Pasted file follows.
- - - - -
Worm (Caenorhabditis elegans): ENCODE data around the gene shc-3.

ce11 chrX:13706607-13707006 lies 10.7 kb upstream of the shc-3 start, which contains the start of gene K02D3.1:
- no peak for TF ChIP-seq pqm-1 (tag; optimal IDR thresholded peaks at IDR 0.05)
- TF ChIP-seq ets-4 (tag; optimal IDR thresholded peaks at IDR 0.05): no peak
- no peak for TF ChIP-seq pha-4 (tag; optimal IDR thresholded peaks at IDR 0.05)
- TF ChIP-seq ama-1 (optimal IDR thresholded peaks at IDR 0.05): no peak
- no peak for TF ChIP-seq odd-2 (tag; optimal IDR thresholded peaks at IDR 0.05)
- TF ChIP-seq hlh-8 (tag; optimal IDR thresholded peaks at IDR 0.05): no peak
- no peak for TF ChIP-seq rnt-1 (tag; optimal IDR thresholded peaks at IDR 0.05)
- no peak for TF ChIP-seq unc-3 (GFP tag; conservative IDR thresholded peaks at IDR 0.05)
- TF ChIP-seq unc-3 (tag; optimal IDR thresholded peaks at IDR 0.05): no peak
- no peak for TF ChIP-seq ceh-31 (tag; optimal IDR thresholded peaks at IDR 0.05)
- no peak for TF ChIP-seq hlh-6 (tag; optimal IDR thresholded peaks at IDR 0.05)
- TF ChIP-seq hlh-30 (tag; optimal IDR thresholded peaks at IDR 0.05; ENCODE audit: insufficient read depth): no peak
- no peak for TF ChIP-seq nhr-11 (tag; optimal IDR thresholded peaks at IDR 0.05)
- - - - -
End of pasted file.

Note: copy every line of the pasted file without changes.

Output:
Worm (Caenorhabditis elegans): ENCODE data around the gene shc-3.

ce11 chrX:13706607-13707006 lies 10.7 kb upstream of the shc-3 start, which contains the start of gene K02D3.1:
- no peak for TF ChIP-seq pqm-1 (tag; optimal IDR thresholded peaks at IDR 0.05)
- TF ChIP-seq ets-4 (tag; optimal IDR thresholded peaks at IDR 0.05): no peak
- no peak for TF ChIP-seq pha-4 (tag; optimal IDR thresholded peaks at IDR 0.05)
- TF ChIP-seq ama-1 (optimal IDR thresholded peaks at IDR 0.05): no peak
- no peak for TF ChIP-seq odd-2 (tag; optimal IDR thresholded peaks at IDR 0.05)
- TF ChIP-seq hlh-8 (tag; optimal IDR thresholded peaks at IDR 0.05): no peak
- no peak for TF ChIP-seq rnt-1 (tag; optimal IDR thresholded peaks at IDR 0.05)
- no peak for TF ChIP-seq unc-3 (GFP tag; conservative IDR thresholded peaks at IDR 0.05)
- TF ChIP-seq unc-3 (tag; optimal IDR thresholded peaks at IDR 0.05): no peak
- no peak for TF ChIP-seq ceh-31 (tag; optimal IDR thresholded peaks at IDR 0.05)
- no peak for TF ChIP-seq hlh-6 (tag; optimal IDR thresholded peaks at IDR 0.05)
- TF ChIP-seq hlh-30 (tag; optimal IDR thresholded peaks at IDR 0.05; ENCODE audit: insufficient read depth): no peak
- no peak for TF ChIP-seq nhr-11 (tag; optimal IDR thresholded peaks at IDR 0.05)